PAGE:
To turn off the large binary log read buffer for an Aurora MySQL cluster
  1. Reset the aurora_binlog_use_large_read_buffer to OFF or 0.

    Make sure that the DB cluster parameter group associated with the Aurora MySQL cluster has aurora_binlog_use_large_read_buffer set to 0. For more information about setting configuration parameters using parameter groups, see Working with parameter groups.

  2. On the binlog source instance, run the following query.

    SELECT @@ aurora_binlog_use_large_read_buffer;

    Your output should be similar to the following.

    +---------------------------------------+ | @@aurora_binlog_use_large_read_buffer | +---------------------------------------+ | 0 | +---------------------------------------+

Setting up enhanced binlog

Enhanced binlog reduces the compute performance overhead caused by turning on binlog, which can reach up to 50% in certain cases. With enhanced binlog, this overhead can be reduced to about 13%. To reduce overhead, enhanced binlog writes the binary and transactions logs to storage in parallel, which minimizes the data written at the transaction commit time.

Using enhanced binlog also improves database recovery time after restarts and failovers by up to 99% compared to community MySQL binlog. The enhanced binlog is compatible with existing binlog-based workloads, and you interact with it the same way you interact with the community MySQL binlog.

Enhanced binlog is available on Aurora MySQL version 3.03.1 and higher.

Configuring enhanced binlog parameters

You can switch between community MySQL binlog and enhanced binlog by turning on/off the enhanced binlog parameters. The existing binlog consumers can continue to read and consume the binlog files without any gaps in the binlog file sequence.

To turn on enhanced binlog
Parameter Default Description
binlog_format Set the binlog_format parameter to the binary logging format of your choice to turn on enhanced binlog. Make sure the binlog_format parameter isn't set to OFF. For more information, see Configuring Aurora MySQL binary logging.
aurora_enhanced_binlog 0 Set the value of this parameter to 1 in the DB cluster parameter group associated with the Aurora MySQL cluster. When you change the value of this parameter, you must reboot the writer instance when the DBClusterParameterGroupStatus value is shown as pending-reboot.
binlog_backup 1 Turn off this parameter to turn on enhanced binlog. To do so, set the value of this parameter to 0.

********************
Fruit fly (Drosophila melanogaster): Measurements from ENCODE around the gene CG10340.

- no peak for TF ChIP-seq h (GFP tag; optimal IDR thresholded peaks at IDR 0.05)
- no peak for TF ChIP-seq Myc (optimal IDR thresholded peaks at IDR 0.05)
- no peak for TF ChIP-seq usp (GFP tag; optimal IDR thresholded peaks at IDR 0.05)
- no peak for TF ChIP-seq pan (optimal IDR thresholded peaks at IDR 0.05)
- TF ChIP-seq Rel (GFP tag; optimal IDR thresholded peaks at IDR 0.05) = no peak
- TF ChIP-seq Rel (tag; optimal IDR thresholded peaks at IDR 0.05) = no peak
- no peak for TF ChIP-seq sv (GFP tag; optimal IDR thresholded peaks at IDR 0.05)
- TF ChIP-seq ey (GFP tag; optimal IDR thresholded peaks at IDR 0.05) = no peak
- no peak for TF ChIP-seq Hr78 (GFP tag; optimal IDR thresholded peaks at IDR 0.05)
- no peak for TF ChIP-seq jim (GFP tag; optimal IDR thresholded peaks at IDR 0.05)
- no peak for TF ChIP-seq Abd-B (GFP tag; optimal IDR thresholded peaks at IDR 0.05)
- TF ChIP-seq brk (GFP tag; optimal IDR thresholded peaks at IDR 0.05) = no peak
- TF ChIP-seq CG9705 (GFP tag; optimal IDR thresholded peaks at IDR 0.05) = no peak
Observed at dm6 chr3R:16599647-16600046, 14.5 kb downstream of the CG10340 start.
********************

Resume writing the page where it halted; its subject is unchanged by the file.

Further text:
binlog_replication_globaldb 1 Turn off this parameter to turn on enhanced binlog. To do so, set the value of this parameter to 0.
Important

You can turn off the binlog_backup and binlog_replication_globaldb parameters only when you use enhanced binlog.

To turn off the enhanced binlog
Parameter Description
aurora_enhanced_binlog Set the value of this parameter to 0 in the DB cluster parameter group associated with the Aurora MySQL cluster. Whenever you change the value of this parameter, you must reboot the writer instance when the DBClusterParameterGroupStatus value is shown as pending-reboot.
binlog_backup Turn on this parameter when you turn off enhanced binlog. To do so, set the value of this parameter to 1.
binlog_replication_globaldb Turn on this parameter when you turn off enhanced binlog. To do so, set the value of this parameter to 1.

To check whether enhanced binlog is turned on, use the following command in the MySQL client:

mysql>show status like 'aurora_enhanced_binlog'; +------------------------+--------+ | Variable_name | Value | +------------------------+--------+ | aurora_enhanced_binlog | ACTIVE | +------------------------+--------+ 1 row in set (0.00 sec)

When enhanced binlog is turned on, the output shows ACTIVE for aurora_enhanced_binlog.

Other related parameters

When you turn on the enhanced binlog, the following parameters are affected:

  • The max_binlog_size parameter is visible but not modifiable. It's default value 134217728 is automatically adjusted to 268435456 when enhanced binlog is turned on.

  • Unlike in community MySQL binlog, the binlog_checksum doesn't act as a dynamic parameter when the enhanced binlog is turned on. For the change to this parameter to take effect, you must manually reboot the DB cluster even when the ApplyMethod is immediate.

  • The value you set on the binlog_order_commits parameter has no effect on the order of the commits when enhanced binlog is turned on. The commits are always ordered without any further performance implications.